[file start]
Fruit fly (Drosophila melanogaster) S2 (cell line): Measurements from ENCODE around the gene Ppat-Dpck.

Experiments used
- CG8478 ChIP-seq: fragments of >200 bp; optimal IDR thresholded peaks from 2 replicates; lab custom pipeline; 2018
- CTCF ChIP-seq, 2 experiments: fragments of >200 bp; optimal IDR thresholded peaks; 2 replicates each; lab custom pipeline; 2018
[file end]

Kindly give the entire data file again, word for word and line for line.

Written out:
Fruit fly (Drosophila melanogaster) S2 (cell line): Measurements from ENCODE around the gene Ppat-Dpck.

Experiments used
- CG8478 ChIP-seq: fragments of >200 bp; optimal IDR thresholded peaks from 2 replicates; lab custom pipeline; 2018
- CTCF ChIP-seq, 2 experiments: fragments of >200 bp; optimal IDR thresholded peaks; 2 replicates each; lab custom pipeline; 2018